Island water bill keeps rising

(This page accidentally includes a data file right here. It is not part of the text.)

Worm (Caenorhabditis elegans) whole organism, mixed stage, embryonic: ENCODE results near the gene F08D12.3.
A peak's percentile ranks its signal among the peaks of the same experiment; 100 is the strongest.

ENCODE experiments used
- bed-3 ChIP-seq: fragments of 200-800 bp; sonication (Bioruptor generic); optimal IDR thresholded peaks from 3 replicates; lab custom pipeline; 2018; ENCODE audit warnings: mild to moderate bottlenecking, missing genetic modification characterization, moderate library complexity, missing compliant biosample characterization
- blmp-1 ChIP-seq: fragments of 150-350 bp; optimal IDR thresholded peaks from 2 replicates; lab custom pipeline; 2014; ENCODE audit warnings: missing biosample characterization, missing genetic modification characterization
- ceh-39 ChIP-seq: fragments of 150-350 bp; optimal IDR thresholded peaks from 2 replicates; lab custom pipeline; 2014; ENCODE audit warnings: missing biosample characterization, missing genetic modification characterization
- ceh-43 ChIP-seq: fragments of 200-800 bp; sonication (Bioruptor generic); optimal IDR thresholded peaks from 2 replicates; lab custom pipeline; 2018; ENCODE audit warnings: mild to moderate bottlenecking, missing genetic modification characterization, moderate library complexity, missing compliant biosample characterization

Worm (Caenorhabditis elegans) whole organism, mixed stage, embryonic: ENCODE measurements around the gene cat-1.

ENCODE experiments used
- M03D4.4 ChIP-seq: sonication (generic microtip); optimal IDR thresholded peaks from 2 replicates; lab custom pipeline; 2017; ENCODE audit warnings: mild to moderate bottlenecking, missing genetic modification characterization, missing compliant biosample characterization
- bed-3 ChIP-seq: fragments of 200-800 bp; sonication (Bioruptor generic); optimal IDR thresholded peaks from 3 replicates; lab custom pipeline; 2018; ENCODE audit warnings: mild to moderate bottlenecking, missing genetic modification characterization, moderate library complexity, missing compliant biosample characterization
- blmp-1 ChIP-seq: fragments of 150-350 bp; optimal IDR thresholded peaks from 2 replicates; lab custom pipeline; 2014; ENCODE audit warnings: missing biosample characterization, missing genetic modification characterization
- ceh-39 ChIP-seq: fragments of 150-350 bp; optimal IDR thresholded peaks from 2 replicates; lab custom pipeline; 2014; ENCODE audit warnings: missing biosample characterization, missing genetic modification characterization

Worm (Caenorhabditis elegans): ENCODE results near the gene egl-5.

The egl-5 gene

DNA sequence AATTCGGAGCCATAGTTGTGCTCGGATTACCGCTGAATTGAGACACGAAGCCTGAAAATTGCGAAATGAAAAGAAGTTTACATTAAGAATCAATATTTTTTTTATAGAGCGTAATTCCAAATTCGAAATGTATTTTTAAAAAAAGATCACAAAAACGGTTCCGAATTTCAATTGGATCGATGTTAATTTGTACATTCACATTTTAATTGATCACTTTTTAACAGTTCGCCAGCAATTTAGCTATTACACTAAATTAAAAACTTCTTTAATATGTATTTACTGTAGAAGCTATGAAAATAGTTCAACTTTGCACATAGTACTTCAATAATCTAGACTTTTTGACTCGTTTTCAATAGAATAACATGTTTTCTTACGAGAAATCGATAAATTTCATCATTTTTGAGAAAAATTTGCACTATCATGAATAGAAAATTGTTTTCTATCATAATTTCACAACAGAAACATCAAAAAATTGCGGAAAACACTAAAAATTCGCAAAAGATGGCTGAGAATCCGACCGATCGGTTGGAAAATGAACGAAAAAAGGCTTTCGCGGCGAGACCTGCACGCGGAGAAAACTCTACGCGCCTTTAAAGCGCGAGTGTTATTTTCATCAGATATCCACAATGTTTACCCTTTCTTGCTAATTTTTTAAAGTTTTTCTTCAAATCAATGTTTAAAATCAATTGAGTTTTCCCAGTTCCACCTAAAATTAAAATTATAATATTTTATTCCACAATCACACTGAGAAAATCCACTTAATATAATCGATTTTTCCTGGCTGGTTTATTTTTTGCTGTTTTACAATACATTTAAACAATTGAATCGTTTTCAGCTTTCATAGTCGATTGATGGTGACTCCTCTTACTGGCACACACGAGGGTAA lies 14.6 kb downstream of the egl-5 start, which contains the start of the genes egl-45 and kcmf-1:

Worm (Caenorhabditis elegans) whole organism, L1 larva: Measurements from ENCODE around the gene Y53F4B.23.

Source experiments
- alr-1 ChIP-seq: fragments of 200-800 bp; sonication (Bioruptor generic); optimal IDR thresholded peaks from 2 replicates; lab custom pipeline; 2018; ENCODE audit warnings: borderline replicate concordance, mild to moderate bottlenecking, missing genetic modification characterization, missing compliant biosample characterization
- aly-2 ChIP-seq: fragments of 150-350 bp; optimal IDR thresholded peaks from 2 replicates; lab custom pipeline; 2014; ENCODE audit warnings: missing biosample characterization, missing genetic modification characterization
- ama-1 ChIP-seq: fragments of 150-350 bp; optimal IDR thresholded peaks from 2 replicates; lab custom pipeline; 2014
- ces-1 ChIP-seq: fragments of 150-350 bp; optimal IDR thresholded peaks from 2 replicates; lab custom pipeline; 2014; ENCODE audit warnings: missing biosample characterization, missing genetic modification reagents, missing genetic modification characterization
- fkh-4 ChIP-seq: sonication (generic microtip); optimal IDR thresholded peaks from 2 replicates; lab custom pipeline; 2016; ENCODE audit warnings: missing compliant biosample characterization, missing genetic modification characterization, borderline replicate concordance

As thousands of visitors flock to the Dodecanese or Cycladic islands for their vacations, Kathimerini can reveal that cost of bringing water to these resorts has increased almost 10 times over the last 10 years and an internal Merchant Marine Ministry document suggests that some tanker owners are «blackmailing» the state and local communities. A number of Aegean islands that are popular with visitors do not have any notable water supply of their own, which requires them to ship it from the mainland or other islands. In most cases, the state covers the cost of the water and its transportation. In 1997, this cost the equivalent of 1.2 million euros. In 2007, the bill for shipping the water to the islands rose to 11.2 million euros. During that time, there has also been an increase in the amount of water being transported, but this has been just threefold, from 489,000 cubic meters to 1.8 million cubic meters. The Cycladic islands of Amorgos, Koufonisia, Kimolos, Irakleia, Schinousa, Folegandros, Tinos, Sikinos, Thirasia, Donousa and Milos are supplied water by the Athens Water Company (EYDAP). It is shipped in tankers from the port of Lavrion. The Dodecanese islands of Agathonisi, Leipsoi, Megisti, Nisyros, Patmos, Symi, Halki, Palaionisos and Pserimos are supplied water from wells on Rhodes, which also arrives in tankers. As the number of tourists increases, demand for water on the islands is highest in August. The Merchant Marine Ministry pays roughly 5 euros per cubic meter for the water to reach the Dodecanese Islands and 8.3 euros per cubic meter for it to be shipped to the Cyclades. The feeling at the ministry seems to be that the practice of awarding the contract for shipping the water to one company has led to inflated prices. «The need for a valuable public commodity like water cannot be used as a form of blackmail or method to exercise pressure on the state and local communities,» according to an internal document issued last month. A number of the islands have already begun looking at the possibility of building desalination plants to cover their needs.